Antionette Dorf isn't old enough to remember when her house was built. That was 1912, the year the Titanic went down. But she does remember when she moved into the three-story home in Atlantic City's Lower Chelsea section. It was 1943, and "Toni," as everyone knows her, was seven years old. "It was during WW II, and I remember my father built a bomb shelter in the basement," Toni recalls. "It was solid concrete. We called it the bomb room."

The bomb room, presumably built to withstand an aerial bombardment by the Luftwaffe, is still there. So are the solid wood doors with glass knobs, the wood-burning fireplace with the massive stone chimney, the cast iron radiators, the plaster walls and the towering Greek columns that flank the front door.

"Nothing has really changed, except for the window treatments," Toni says. "Everything is old like me."

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Toni was born in a house on Georgia Avenue in Atlantic City's Ducktown section. But she's lived in the stately colonial revival at the corner of Tallahassee and Ventnor avenues for most of the past 70 years.

"I lived in New York for a while when I was married and then we moved to Margate for a few years until I got divorced," she says. "I've been here ever since."

Toni's parents, Mike and Antoinette Marshall, bought the house in 1943. Mike, who went by the nickname "Hobo," was the owner of a construction company and later a demolition company that razed much of the city's Inlet section during a 1970s urban renewal project.

Toni's house is a block-and-a-half from both the ocean and the bay. It's in one of the quietest residential neighborhoods in Atlantic City and features large homes built by affluent families in the first half of the 20th century. Toni says the house across the street used to belong to the mother of Leonard Tose, the former owner of the Philadelphia Eagles.

Toni's all-brick house has five bedrooms, 3½ baths and about 2,600 square feet of living space not including the finished basement (and bomb shelter). The property also includes a buildable lot facing Tallahassee Avenue that is currently a meticulously landscaped back yard where a brick garage still stands.

"The yard used to be my grandmother's garden," Toni says. "All the neighbors would come over to talk and they'd go home with baskets full of fruits and vegetables."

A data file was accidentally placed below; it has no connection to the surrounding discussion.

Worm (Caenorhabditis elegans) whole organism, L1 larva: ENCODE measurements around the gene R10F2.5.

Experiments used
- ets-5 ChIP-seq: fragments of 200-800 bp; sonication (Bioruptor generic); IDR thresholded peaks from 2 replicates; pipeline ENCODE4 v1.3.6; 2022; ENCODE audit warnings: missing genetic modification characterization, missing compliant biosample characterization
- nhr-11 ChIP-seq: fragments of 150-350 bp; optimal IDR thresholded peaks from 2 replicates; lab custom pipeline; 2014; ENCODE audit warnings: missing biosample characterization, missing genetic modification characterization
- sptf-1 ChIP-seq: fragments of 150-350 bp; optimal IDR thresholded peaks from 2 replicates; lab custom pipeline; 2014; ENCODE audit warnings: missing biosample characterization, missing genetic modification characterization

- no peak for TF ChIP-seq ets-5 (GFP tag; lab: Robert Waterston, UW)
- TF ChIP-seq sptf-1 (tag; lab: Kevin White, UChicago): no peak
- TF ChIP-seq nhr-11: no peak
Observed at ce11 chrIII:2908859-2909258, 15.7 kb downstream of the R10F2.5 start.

The beautifully preserved house features a large living room with a coffered ceiling, wood- burning fireplace, a window seat and French doors to a covered porch. A spacious formal dining room also has a window seat. The eat-in kitchen, which has been updated over the years, has a long booth that can seat more than a dozen people.

"We were a big family," Toni says. "My dad's four brothers and four sisters all lived here at one time or another."

A back door off the kitchen leads to a small covered porch overlooking the back yard.

The second floor has three bedrooms, two remodeled bathrooms and a large landing that leads to a "Romeo and Juliet" balcony that overlooks Tallahassee Avenue. The large master bedroom has a private bath, a separate dressing area and a window seat. On the wall above the bed is a button that was once used to summon the maid.

The third floor has two bedrooms and a full bathroom with original yellow tile. One of the bedrooms is large enough to serve as a rec room.

A full walk-out basement has a low ceiling but includes a laundry room and several finished rooms.

Toni's memories of Atlantic City stretch back a long way.

"I remember ice skating at Convention Hall and the outdoor rink at the Traymore Hotel," she says. "My daughter used to dance at Steel Pier with Tony Grant's Stars of Tomorrow. And I was here for all the hurricanes and what not. The hurricane of 1944 was the worst. The boardwalk was floating down Ventnor Avenue."

Toni is now preparing for the next chapter of her life. And, considering that her father lived to be 99 and her mother lived to be 96, it could by a long chapter.

Step one is to sell the house and find something a little smaller.

"I'd like to stay at the shore but I've looked at a lot of homes and I'm very picky," Toni says. "I'm not an elevator person so I don't want to live in a high-rise. I really have no idea where I'm going. But I'll handle it. I've handled a lot over the years."

For more information on this property, which has been reduced to $499,000, call Kevin Corcoran Real Estate at 609-348-0077.

Contact David Enscoe:


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